Akshay Gopalakrishnan recalls his favourite match at the Men’s Cricket World Cup: India’s historic win over Sri Lanka in the 2011 final.
I’d just finished the first year of that beguiling passage known as college life when April 2, 2011, happened. Which meant I was still a star-struck schmuck, who thought watching cricket was the most fulfilling part of being alive, and scorned wilfully at anyone who mentioned “career”, “future”, and (especially) “exams”. In other words, I was an 18-year-old.
A little background for you all: I was born in Chennai, that most celebrated and undying city of cricket tragics. I grew up in the capital city of Karnataka, which was, and continues to be, a hotbed of talent. And my father hails from Mumbai, India’s supreme cricketing cradle, the city that has produced 41-time Ranji Trophy champions.
Essentially, it meant that my orientation to cricket happened parallel to orientation to religion, culture, language – you name it. Conversations with peers were about why Tendulkar was great; conversations with elders were about why Gavaskar was greater.
So anyway, April 2. Summer break has just begun, which means my only job is to find a place with cable television and uninterrupted power supply. A friend has suggested going to another friend’s place and watching it together. But that doesn’t materialise for some reason. So I choose to stay at home. I’m by myself as mum’s out of town and dad’s at work because ain’t nothing more fun in life than end-of-month financial reporting on a Saturday afternoon with a World Cup final about to take place.
I’m perched in front of the television at noon. Two excruciatingly long hours later, Sri Lanka win the toss, and my naive 18-year-old brain is hoodwinked into believing that they’ve gained a Psychological Advantage™.
Zaheer Khan quickly disproves that theory and exercises the ghosts of 2003 by getting into Sri Lanka’s head himself with a brilliant opening spell. India look like they have the innings under control thereafter, until an unmistakably brilliant century from Mahela Jayawardene gives Sri Lanka 274 runs to defend.
All along, I’ve been making phone calls to my father and giving updates. “274 is a competitive score,” he says. I agree.
Then, India come out to bat. Virender Sehwag is on strike. He’s made a tournament out of smashing the first ball of the innings for four. Here, he plays out a dot after punching into the covers, and already the signs are ominous. Before that unhelpfully negative thought can even finish making its way into my equally unhelpfully receptive mind, Lasith Malinga skids one past Sehwag’s inside edge to trap him lbw. Sehwag goes for a two-ball duck. I call my dad to tell him what has happened. He asks me not to call him again. So now I’ve got to deal with my thoughts myself. Just what I need.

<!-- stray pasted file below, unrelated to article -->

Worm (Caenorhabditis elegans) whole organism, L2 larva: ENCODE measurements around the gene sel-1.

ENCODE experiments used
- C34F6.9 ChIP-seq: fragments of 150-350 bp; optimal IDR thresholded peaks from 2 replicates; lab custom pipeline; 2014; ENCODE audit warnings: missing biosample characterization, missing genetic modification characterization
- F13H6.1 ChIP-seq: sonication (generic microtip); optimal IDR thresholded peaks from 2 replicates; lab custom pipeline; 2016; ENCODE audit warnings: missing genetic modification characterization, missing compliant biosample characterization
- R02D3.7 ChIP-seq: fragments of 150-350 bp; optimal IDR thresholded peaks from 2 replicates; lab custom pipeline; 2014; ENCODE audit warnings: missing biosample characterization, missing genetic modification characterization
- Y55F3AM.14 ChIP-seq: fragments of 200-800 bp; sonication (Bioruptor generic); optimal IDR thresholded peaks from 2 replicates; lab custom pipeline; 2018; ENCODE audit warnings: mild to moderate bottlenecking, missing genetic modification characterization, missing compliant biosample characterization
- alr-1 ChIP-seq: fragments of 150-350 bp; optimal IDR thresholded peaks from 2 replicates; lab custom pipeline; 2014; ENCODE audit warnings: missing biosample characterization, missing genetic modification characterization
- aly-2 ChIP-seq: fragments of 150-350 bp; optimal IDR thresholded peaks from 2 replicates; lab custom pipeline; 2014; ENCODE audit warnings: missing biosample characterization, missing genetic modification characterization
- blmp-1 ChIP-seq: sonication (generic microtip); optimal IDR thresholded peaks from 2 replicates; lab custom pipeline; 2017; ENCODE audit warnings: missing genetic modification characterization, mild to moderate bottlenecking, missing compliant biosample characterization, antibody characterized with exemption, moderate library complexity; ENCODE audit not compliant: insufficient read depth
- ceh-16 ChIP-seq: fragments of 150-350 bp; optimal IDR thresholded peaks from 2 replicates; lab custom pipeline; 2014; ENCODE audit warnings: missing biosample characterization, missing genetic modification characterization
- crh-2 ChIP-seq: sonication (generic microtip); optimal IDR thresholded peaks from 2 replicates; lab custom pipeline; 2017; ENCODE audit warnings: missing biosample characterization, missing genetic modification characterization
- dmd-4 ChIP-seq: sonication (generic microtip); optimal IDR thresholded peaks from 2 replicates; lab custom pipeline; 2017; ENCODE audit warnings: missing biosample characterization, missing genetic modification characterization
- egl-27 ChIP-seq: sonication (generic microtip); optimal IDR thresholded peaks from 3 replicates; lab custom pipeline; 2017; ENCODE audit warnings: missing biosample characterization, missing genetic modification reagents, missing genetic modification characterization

Nineteen minutes later, Tendulkar is gone. The Wankhede is stunned into silence. A defining silence I’d never heard before or since. I get a sick feeling in the stomach. Thoughts veer over to Malinga’s spell against South Africa in the 2007 World Cup. I cringe.
Somehow, India see off Malinga’s opening spell without further loss. Once he goes out of the attack, the nerves begin to settle down. Then, slowly, as Gautam Gambhir and Virat Kohli steady India, this begins to feel more and more like a normal cricket match.
Once Dhoni arrives, the sense of normalcy heightens. For the rest of the chase, an Indian win is a foregone conclusion in my mind. Because, you know, crazy things never happen in cricket.
My father has meanwhile returned home. He is a firm believer in the “anything can happen in cricket” adage, especially when it comes to India losing from winning positions. So you can imagine the jitters after Gambhir gets out to a “stupid shot”. But me? I ain’t feeling a thing. I don’t know why, but something about Dhoni’s presence that day gives me a sense of calm, a feeling of assurance that everything’s going to be okay.
Two hours and eight minutes later, that belief is validated with perhaps the most iconic straight six in World Cup history. What follows is an extraordinary display of the emotional diversity that governs sport. Dhoni remains cool as ever, a vibrant smile lighting up his face. Yuvraj openly weeps. Deafening roars fill up the Mumbai air. And Tendulkar, its favourite son, takes a lap of honour, on the shoulders of a future icon.
Mumbai didn’t sleep that night. India had ascended to the summit after 28 years. A national hero had earned his due.
A few short months later, Indian cricket would still be enduring sleepless nights; India lost 4-0 in their Test series away to England. At the end of the year, they toured Australia and suffered the same fate.
Not one member of that World Cup-winning team was the same thereafter. Tendulkar endured a painstaking wait for his 100th international hundred. Gambhir and Sehwag went from being India’s most formidable opening pair in Test cricket to afterthoughts in mere months. Harbhajan Singh and Zaheer Khan lost their bite and incision. And Yuvraj Singh’s life took a cruel turn well beyond the cricket field.
Nine months after the World Cup, two more legends from that era – Rahul Dravid and VVS Laxman – who weren’t part of the tournament, had played their last Test matches. At the end of that year, Tendulkar called time on his one-day career; a year later, he was gone from all international cricket.
The rest have either followed suit or made transient comebacks at best. Dhoni is the lone exception, and even his career appears to be on its last legs. The events that transpired in the aftermath make the 2011 World Cup win even more special in hindsight. It was the final treasure, a fitting farewell for a bunch of India’s finest cricketers. Having grown up watching that generation, it gave me, and thousands of others, a final glimpse of many great childhood heroes at their peak. Indian cricket for me hasn’t been the same since. I’m not sure if it ever will be.